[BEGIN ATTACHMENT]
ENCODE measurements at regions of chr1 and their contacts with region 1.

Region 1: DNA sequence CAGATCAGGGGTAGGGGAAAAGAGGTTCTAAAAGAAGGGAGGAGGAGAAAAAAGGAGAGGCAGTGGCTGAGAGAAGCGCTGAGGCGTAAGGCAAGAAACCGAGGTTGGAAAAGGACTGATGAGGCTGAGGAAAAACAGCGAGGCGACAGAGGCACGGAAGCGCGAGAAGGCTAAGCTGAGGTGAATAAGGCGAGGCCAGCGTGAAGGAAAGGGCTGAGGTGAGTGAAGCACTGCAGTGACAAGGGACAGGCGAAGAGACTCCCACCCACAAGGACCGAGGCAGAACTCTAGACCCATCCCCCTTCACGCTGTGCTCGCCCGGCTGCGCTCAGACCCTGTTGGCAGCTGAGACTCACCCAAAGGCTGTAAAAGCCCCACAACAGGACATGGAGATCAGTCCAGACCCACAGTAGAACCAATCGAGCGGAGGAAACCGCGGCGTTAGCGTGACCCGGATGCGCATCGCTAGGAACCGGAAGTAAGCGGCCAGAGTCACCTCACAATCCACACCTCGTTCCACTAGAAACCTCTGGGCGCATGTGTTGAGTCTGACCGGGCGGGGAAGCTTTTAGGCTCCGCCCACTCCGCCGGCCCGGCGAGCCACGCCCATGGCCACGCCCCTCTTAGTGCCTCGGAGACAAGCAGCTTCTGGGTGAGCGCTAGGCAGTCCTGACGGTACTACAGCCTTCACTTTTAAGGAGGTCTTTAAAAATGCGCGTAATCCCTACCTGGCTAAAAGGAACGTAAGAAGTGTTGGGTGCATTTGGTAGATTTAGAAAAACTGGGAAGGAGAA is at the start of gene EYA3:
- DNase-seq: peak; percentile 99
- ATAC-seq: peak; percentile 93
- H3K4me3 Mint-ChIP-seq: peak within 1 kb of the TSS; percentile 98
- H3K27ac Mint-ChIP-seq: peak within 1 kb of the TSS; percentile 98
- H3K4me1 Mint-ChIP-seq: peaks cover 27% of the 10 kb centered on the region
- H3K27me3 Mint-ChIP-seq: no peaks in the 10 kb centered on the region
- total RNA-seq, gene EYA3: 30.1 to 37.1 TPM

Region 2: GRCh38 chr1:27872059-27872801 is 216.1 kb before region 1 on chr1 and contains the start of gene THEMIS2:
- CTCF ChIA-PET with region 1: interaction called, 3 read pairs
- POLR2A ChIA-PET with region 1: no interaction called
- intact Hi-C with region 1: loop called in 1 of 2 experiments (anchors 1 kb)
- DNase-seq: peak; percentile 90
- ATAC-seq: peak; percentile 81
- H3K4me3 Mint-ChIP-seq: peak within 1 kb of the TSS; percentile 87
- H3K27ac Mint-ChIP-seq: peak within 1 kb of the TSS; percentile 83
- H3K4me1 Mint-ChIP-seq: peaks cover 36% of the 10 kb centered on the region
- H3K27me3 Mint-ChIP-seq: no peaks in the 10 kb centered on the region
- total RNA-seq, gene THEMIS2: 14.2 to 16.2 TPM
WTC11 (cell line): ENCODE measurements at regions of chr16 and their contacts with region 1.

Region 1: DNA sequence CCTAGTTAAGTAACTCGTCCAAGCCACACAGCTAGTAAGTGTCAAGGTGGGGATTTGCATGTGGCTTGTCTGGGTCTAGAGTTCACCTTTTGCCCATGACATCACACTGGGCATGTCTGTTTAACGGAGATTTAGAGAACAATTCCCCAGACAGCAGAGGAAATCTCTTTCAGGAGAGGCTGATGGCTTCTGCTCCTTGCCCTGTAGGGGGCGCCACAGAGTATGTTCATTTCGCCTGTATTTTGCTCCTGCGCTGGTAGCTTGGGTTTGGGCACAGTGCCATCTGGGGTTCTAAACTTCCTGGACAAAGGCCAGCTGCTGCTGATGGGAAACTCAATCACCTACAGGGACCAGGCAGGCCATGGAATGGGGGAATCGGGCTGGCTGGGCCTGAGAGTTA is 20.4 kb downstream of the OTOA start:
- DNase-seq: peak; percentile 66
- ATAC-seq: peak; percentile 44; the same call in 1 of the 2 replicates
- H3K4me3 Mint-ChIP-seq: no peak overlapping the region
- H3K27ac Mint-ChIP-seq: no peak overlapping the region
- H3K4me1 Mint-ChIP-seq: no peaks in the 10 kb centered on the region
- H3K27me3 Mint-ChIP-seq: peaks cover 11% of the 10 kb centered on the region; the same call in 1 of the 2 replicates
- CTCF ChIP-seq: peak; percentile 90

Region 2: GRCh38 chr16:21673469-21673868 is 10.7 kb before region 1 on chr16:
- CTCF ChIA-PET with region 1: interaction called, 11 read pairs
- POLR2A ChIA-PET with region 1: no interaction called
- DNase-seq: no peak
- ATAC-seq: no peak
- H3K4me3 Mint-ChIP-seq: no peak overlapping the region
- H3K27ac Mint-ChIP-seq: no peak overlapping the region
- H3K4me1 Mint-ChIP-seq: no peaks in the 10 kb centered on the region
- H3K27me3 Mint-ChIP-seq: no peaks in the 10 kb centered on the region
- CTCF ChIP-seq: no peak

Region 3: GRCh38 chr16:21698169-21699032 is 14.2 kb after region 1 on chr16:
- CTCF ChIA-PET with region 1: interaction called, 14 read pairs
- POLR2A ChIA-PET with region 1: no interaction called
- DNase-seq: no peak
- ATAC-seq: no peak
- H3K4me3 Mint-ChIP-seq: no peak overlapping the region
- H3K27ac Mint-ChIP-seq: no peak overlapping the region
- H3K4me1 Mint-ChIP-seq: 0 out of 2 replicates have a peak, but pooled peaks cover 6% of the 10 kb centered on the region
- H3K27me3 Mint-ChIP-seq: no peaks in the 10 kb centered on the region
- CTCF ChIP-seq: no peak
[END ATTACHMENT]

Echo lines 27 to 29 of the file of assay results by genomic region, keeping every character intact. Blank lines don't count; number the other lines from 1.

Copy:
- H3K4me1 Mint-ChIP-seq: no peaks in the 10 kb centered on the region
- H3K27me3 Mint-ChIP-seq: peaks cover 11% of the 10 kb centered on the region; the same call in 1 of the 2 replicates
- CTCF ChIP-seq: peak; percentile 90